Student paramedics are benefiting from valuable work experience placements in Sanctuary Care’s homes across Worcestershire and the West Midlands.
A cohort of up to 50 BSc (Hons) first year students from the University of Worcester are getting ‘real life’ work experience, with a five-week placement in Sanctuary Care’s homes. The first half of the group have been based at Sanctuary Care’s nine homes in Worcestershire, including Regent Residential Care Home and Juniper House Residential Care Home in St John’s, Worcester and its Birmingham homes, including Castlecroft Residential Care Home in Weoley Castle.
The placements, which involve the students remaining at the same home for the full five weeks, help them to develop their communication skills, giving them an insight into life in a care home, as well as Sanctuary Care’s ethos of keeping kindness at the heart of its care, promoting dignity and respect.
They take part in every aspect of daily life in the home, from helping with mealtimes, taking part in activities and shadowing the senior care assistants to learn about any medical needs the residents may have.
In January, the second half of the cohort will carry out a five-week placement in Sanctuary Care’s homes in the West Midlands.
Speaking about the placements Neil Quinn, Sanctuary Care’s Director – Human Resources, said: “We are really proud to be supporting the University of Worcester by welcoming these aspiring paramedics into our homes.
“The feedback from our teams has been very positive and our residents have really enjoyed spending time with them. Intergenerational projects are so important to give people a mutual respect for different generations and this partnership is also proving to be a beneficial experience for our staff and residents.”
Two of the students at Regent Residential Care Home in School Road, 18-year-olds Siobhan Kirk and Matthew Lloyd, are really enjoying their placements.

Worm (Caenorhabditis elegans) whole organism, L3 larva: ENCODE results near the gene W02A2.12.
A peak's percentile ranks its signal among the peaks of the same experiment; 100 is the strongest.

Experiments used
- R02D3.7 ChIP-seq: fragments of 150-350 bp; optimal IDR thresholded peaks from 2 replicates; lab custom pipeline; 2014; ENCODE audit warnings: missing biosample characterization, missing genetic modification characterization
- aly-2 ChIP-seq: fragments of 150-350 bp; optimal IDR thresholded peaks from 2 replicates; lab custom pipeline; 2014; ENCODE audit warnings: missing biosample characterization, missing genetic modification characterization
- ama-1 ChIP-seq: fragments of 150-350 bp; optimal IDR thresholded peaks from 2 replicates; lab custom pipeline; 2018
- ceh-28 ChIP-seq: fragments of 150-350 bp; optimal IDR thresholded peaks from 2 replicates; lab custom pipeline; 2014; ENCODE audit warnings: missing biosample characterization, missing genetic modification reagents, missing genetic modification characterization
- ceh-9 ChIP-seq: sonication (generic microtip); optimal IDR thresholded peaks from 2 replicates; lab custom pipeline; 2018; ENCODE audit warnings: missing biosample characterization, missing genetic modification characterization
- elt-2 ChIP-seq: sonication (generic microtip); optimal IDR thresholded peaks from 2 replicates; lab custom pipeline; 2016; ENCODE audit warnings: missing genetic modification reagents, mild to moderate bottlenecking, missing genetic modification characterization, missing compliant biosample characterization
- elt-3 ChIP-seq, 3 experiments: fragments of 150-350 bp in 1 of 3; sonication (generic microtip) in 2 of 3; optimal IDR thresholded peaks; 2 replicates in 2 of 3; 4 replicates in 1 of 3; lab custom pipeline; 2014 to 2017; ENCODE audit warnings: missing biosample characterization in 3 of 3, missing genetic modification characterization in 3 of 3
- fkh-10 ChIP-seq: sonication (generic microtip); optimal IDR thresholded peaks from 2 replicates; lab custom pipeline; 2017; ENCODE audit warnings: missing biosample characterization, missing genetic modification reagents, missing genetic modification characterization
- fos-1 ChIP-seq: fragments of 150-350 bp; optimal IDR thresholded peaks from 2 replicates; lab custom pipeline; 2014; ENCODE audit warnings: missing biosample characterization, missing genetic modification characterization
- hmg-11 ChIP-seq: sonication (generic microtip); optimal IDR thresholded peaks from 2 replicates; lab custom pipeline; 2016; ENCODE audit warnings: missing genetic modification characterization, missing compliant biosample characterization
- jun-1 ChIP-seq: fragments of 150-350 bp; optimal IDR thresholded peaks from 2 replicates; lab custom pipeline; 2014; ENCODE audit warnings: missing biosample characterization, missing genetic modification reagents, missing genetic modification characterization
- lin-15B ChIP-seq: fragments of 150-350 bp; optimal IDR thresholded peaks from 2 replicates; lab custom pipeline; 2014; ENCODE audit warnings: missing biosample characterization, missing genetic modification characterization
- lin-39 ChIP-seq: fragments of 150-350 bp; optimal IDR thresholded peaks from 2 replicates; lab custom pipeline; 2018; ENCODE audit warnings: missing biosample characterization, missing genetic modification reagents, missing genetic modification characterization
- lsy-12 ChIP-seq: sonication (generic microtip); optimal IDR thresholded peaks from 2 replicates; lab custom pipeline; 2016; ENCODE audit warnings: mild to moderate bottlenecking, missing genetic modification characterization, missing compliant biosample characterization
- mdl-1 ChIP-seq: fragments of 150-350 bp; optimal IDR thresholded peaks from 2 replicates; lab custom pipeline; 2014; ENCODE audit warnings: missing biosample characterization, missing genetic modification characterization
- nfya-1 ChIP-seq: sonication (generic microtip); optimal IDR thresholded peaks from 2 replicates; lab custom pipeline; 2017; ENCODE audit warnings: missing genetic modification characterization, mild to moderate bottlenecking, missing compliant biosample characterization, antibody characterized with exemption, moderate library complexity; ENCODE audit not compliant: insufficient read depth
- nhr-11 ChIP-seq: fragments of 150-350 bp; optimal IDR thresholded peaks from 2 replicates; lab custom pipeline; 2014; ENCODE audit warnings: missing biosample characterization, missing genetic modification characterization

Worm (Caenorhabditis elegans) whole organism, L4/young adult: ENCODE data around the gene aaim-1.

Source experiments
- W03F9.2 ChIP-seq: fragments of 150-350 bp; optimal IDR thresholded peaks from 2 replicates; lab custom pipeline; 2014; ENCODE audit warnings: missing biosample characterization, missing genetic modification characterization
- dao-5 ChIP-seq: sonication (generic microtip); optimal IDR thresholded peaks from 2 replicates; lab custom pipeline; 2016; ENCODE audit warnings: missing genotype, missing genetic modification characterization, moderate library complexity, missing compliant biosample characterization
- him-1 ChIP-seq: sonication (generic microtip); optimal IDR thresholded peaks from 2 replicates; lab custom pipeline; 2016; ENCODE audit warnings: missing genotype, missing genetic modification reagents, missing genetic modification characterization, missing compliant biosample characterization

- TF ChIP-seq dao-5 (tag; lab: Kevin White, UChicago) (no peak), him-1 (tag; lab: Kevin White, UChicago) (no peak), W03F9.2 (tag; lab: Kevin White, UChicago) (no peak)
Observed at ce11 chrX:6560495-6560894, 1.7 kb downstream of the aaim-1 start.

Siobhan said: “Everyone has made me feel very welcome and all the staff have given me guidance and support. The residents are really friendly and it has been good to build a rapport with them. I really feel part of the team.”
Meanwhile Matthew added: “It has been wonderful and I am learning a lot. The residents are all so lovely and the home is really well run. It is great to be a friendly face, talking to the residents and getting to know them.”
The university’s Practice Lead/Senior Lecturer Paramedic Science, Sharon Hardwick, commented: “The university’s new BSc programme provides the students with all the skills and attributes they need to become a paramedic of the future, this placement will focus not only on skills but the more social aspects of the role. We are really excited to be working with Sanctuary Care to achieve this.
“Communicating with people during what could be a stressful time can be challenging, the placement opportunities with Sanctuary Care enable the students to develop their communication skills alongside their professionalism in a safe, supportive environment. With the help of Sanctuary Care they will develop into competent students and paramedics of the future.”